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Around the state

Big boom set in bomb test

Compiled from Times wires
© St. Petersburg Times
published March 11, 2003

EGLIN AIR FORCE BASE -- A 21,000-pound conventional bomb is set to be tested for the first time at this Florida Panhandle base today.

Air Force officials Monday warned residents of communities surrounding the western half Eglin's 724-square-mile military reservation to be prepared to hear an explosion that sounds like thunder or a slamming door between noon and 5 p.m. CST although the blast will be miles away.

The test of the "massive ordnance air burst," or MOAB, will be conducted in a buffer zone and only under weather conditions best for minimizing the sound. The backup date is Thursday during the same time frame.

MOAB is similar to, but 40 percent heavier than, the 15,000-pound BLU-82, billed as the world's most powerful nonnuclear bomb

The BLU-82, nicknamed "daisy cutter," was developed during the Vietnam War and recently was dropped in Afghanistan on caves where al-Qaida leaders were suspected of hiding.

A deal to benefit nature

MILTON -- A private conservation group is negotiating with International Paper Co. to buy 16,652 acres that would connect state and federally owned woodlands in Alabama and the Panhandle to create a wildlife corridor.

The acreage would be paid for through the Florida Forever program. The land would be added to the 190,000-acre Blackwater River State Forest, linking it with the Conecuh National Forest in Alabama and Eglin Air Force Base's 464,000-acre military reservation.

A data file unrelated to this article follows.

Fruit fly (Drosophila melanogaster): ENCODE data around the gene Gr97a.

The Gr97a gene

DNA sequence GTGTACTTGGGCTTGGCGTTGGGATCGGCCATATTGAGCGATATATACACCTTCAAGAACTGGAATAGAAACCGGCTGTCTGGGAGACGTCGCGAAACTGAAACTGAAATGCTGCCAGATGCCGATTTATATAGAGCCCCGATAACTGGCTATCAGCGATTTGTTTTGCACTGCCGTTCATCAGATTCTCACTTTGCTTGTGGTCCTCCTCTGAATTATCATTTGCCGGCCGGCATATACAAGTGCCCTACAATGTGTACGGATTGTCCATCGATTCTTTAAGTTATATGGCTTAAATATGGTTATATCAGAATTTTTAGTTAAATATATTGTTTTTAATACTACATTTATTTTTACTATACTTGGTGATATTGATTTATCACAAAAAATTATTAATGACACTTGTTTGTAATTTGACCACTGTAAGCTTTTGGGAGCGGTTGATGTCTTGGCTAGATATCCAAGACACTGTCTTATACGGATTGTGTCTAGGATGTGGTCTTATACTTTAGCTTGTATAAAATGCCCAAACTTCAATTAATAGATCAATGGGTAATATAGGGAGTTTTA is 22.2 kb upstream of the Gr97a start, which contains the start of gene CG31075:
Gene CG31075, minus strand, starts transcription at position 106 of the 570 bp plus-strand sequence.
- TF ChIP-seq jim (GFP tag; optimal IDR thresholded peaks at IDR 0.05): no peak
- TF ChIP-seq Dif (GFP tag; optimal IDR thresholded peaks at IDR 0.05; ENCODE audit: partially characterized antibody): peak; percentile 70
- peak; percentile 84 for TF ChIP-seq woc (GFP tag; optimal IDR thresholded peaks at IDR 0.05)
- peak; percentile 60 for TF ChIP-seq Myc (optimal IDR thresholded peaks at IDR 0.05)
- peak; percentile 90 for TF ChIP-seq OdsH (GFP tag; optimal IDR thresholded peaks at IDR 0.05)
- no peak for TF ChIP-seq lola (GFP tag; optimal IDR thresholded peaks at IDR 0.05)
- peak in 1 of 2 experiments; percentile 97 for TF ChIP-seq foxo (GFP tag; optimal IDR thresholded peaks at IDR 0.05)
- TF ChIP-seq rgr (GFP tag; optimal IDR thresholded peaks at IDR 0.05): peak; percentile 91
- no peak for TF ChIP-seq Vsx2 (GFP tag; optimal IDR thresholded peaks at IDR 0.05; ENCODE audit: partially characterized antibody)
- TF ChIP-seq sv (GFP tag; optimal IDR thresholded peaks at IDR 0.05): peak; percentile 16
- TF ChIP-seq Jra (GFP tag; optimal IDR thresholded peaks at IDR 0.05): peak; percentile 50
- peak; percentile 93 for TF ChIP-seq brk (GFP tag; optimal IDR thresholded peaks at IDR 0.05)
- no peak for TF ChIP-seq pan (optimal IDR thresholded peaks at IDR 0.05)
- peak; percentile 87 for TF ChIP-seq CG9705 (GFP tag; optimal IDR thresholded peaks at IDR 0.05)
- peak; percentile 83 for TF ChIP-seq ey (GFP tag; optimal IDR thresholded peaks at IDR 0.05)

The Nature Conservancy is seeking two tracts, both owned mainly by International Paper. One totals about 12,000 acres 9 miles east of Milton and stretching north from the Yellow River -- Eglin's northwest boundary -- to the state forest. The second covers some 4,600 acres within the state forest's present boundaries extending north to the state line.

The purpose of the acquisition, known as the "Yellow River Ravines," is to protect native plants and animals. But it also may provide more public land for picnics, camping, hiking and horseback riding, forest officials said.

Nature Conservancy officials said no price has been agreed upon, and they are unsure how long negotiations will take. The purchase would have to be approved by Gov. Jeb. Bush and the Florida Cabinet.

Rain tames Bike Week

This year's Bike Week had fewer violent crimes, fewer serious crashes and fewer problems, a silver lining brought by the torrential rains that reduced turnout for much of the 10-day Daytona Beach festival.

Six inches of rain fell over eight days during the festival, compared with 1 inch for the period last year.

About 500,000 bikers normally attend the festival and its economic impact typically is $350-million to $400-million, but it will be months before figures for this year's event are determined.

The rain even postponed the Daytona 200, the motorcycle race held during Bike Week, until Monday. But the final parade of bikers down Main Street Sunday was held before the skies opened.

Two people were killed during this year; last year, 13 died.

A 53-year-old man died, and his female passenger was critically injured after the man lost control of his motorcycle Saturday night.

Carl Buehn, 53, of Orange City was pronounced dead at the scene. His passenger was not identified. Neither wore a helmet.

Thomas Stiffey, 55, of Kittanning, Pa., died March 1 after losing control of his bike.

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